Kmart Corporation (NYSE: KM) today announced that it will not seek authority to increase the size of its DIP facility. The Company also reaffirmed its belief that its current $2 billion debtor-in-possession (DIP) credit facility will provide more than sufficient liquidity during its peak borrowing period. Kmart's latest projections show that at the peak of its seasonal inventory build the Company will have $1.1 billion of cash and available credit under the DIP facility, allowing Kmart to continue to meet its post-petition obligations to vendors on a timely basis.
Earlier this month Kmart announced that it intended to seek authority from its existing DIP lenders to increase the maximum size of the DIP facility in an amount to be designated by the Company, not to exceed $500 million, in order to provide additional comfort to suppliers and the factoring community. Upon completion of an amendment to the DIP agreement regarding facility size, the syndication of additional financing would have been pursued in a separate transaction. However, following an assessment of current conditions in the retail financing market after review with the three statutory committees in the Company's reorganization case, Kmart has determined that the expansion of the DIP facility is unnecessary and unwarranted.
Kmart said it expects to receive approval this month of an amendment to the DIP agreement that would adjust the covenant pertaining to the Company's cumulative earnings before interest, taxes, depreciation, amortization and other charges (EBITDA) over specified periods to provide Kmart with additional flexibility and better reflect the Company's sales performance since the commencement of its chapter 11 reorganization case. Kmart noted that its filing with the Bankruptcy Court in Chicago last week provided for separation of the proposed covenant amendment from the proposed facility sizing amendment.
"We are pleased with the significant progress Kmart has achieved since its voluntary chapter 11 reorganization filing in January 2002, particularly in addressing the needs and concerns of our vendors," said Kmart Chairman and Chief Executive Officer James B. Adamson. "Substantially all of our vendors have resumed shipments to us under normal terms, our outstanding accounts payable are being processed on a more efficient and timely basis, and our inventory levels are being managed effectively. At the same time, we have aggressively pursued opportunities to reduce costs and attack the systemic problems that have impacted sales. As a result of these actions, we expect to achieve a significant improvement in EBITDA for the year."
Adamson continued, "Upon further analysis of the potential cost of expanding the DIP facility, particularly since we do not envision a need for the additional funds, we concluded that it would not be in the best interest of the Company or our stakeholders to proceed further with the potential increase."
Kmart's liquidity continues to be strong. As previously reported, the Company had approximately $2.5 billion in cash on hand and available credit under the DIP facility as of the end of July 2002. Earlier this week Kmart announced cost reduction initiatives that are expected to achieve savings of $66 million this year and $130 million annually thereafter.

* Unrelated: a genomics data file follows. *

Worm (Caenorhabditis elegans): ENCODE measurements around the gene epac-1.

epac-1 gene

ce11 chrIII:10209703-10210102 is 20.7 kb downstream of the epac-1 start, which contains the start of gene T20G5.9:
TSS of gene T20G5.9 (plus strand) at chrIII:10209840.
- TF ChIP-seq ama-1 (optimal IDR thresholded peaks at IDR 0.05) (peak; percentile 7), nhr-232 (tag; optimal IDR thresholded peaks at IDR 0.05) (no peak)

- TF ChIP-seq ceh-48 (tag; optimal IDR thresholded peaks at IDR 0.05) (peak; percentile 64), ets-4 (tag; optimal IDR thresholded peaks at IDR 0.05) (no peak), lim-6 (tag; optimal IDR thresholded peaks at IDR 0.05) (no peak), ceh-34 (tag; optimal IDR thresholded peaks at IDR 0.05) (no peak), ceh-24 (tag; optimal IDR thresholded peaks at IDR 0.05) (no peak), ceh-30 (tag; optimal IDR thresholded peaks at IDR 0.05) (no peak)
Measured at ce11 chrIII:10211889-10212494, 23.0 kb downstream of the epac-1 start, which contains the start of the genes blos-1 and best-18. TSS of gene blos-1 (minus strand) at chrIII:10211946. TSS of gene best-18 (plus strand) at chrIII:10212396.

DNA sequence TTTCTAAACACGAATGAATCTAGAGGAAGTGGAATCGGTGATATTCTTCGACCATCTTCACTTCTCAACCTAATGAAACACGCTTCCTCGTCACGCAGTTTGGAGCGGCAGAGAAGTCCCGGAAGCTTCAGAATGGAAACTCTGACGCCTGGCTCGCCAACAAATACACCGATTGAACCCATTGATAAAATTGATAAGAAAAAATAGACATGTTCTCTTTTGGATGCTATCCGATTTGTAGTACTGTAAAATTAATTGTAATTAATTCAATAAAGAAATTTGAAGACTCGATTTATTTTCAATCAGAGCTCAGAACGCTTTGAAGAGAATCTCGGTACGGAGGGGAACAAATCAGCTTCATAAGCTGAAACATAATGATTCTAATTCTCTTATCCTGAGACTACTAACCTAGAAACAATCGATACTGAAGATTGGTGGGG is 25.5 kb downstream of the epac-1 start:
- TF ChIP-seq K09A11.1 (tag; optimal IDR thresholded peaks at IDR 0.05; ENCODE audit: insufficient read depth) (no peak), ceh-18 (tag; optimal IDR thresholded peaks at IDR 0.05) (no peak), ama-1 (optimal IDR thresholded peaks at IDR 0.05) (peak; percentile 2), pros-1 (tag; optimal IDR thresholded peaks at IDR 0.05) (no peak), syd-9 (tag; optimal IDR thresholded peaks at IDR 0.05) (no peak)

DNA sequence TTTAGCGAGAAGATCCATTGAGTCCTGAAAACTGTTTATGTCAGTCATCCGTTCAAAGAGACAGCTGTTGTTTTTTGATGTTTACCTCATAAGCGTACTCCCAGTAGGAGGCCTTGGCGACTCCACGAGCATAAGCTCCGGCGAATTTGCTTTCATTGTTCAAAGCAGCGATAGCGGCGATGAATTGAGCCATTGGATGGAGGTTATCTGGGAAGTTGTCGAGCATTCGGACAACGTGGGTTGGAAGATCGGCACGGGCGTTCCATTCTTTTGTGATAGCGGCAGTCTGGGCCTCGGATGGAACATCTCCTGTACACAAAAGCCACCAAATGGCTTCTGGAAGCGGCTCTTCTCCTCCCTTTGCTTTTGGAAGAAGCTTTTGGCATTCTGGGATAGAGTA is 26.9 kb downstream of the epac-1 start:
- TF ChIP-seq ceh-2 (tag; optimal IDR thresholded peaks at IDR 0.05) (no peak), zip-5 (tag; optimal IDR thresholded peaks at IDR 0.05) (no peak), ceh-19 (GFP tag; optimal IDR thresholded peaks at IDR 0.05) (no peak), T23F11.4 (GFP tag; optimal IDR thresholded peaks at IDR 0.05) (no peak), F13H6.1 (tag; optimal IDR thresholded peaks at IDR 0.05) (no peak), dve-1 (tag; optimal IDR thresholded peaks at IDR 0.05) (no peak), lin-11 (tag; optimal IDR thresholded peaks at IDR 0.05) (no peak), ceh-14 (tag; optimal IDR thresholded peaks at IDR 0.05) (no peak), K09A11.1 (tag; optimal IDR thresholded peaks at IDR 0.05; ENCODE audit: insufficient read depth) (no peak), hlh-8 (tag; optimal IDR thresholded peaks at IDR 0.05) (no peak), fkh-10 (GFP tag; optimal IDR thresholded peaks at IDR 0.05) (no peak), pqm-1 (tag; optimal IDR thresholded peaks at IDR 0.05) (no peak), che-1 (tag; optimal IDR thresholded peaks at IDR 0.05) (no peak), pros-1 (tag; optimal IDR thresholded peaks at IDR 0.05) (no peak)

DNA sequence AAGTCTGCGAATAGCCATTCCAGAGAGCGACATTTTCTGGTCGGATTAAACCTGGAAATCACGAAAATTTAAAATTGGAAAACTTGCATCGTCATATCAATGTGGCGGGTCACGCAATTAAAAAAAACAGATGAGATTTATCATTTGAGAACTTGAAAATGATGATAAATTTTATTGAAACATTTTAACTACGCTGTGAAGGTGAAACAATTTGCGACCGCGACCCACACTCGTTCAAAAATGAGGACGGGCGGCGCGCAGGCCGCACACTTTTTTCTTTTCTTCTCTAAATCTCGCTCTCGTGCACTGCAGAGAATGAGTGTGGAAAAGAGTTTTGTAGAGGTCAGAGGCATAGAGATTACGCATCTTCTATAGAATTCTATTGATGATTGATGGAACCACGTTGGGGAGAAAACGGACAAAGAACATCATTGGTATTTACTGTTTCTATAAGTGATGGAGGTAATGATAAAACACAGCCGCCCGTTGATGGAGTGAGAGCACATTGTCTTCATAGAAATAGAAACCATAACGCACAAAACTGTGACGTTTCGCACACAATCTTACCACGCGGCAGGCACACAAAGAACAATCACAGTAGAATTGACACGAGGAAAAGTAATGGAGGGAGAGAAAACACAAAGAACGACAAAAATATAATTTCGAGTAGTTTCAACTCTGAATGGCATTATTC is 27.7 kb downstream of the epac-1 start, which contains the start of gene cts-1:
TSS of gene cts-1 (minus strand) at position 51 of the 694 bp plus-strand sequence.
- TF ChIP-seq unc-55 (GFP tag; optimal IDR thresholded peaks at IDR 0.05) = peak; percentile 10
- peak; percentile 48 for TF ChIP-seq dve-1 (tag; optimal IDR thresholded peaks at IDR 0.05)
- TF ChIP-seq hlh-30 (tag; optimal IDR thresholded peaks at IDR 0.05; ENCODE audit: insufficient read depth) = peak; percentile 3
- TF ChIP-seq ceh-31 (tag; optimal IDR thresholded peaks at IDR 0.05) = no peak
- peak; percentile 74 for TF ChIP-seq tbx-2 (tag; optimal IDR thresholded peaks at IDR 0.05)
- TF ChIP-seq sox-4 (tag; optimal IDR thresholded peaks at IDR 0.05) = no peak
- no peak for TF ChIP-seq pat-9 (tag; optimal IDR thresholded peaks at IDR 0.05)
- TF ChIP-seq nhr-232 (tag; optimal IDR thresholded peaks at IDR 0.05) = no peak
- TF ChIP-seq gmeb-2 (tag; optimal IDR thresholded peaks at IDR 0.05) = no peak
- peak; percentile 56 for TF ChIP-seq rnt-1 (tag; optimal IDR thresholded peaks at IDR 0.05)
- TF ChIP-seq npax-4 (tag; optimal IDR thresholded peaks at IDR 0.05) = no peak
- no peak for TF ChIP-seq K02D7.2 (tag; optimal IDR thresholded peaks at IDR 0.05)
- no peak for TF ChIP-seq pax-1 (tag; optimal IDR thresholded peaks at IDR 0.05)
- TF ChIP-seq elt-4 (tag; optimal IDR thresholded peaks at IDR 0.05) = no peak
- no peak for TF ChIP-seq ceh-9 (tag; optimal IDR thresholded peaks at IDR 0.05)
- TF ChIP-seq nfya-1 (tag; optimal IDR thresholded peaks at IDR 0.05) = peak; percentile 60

Kmart Corporation is a mass merchandising company that serves America with more than 1,800 Kmart and Kmart SuperCenter retail outlets. Kmart in 2001 had sales of $36 billion.
Cautionary Statement Regarding Forward-Looking Information
Statements made by Kmart which address activities, events or developments that we expect or anticipate may occur in the future are forward-looking statements. Such forward-looking statements are and will be, as the case may be, subject to many risks and uncertainties, including, but not limited to, Kmart's having filed for bankruptcy and factors relating to Kmart's operations and the business environment in which Kmart operates, which may cause the actual results of Kmart to be materially different from any future results expressed or implied by such forward-looking statements. Factors that could cause actual results to differ materially from these forward-looking statements include those set forth in Kmart's Annual Report on Form 10-K for the fiscal year ended January 30, 2002 or in other filings made, from time to time, by Kmart with the Securities and Exchange Commission. The forward- looking statements speak only as of the date when made and Kmart does not undertake to update such statements.
Similarly, these and other factors, including the terms of any reorganization plan ultimately confirmed, can affect the value of our various pre-petition liabilities, common stock and/or other equity securities. No assurance can be given as to what values, if any, will be ascribed in the bankruptcy proceedings to each of these constituencies. A plan of reorganization could result in holders of Kmart common stock receiving no value for their interests. Because of such possibilities, the value of the common stock is highly speculative. Accordingly, we urge that appropriate caution be exercised with respect to existing and future investments in any of these liabilities and/or securities.
SOURCE: Kmart Corporation
CONTACT: Kmart Media Relations, +1-248-463-1021
Web site: http://www.kmart.com/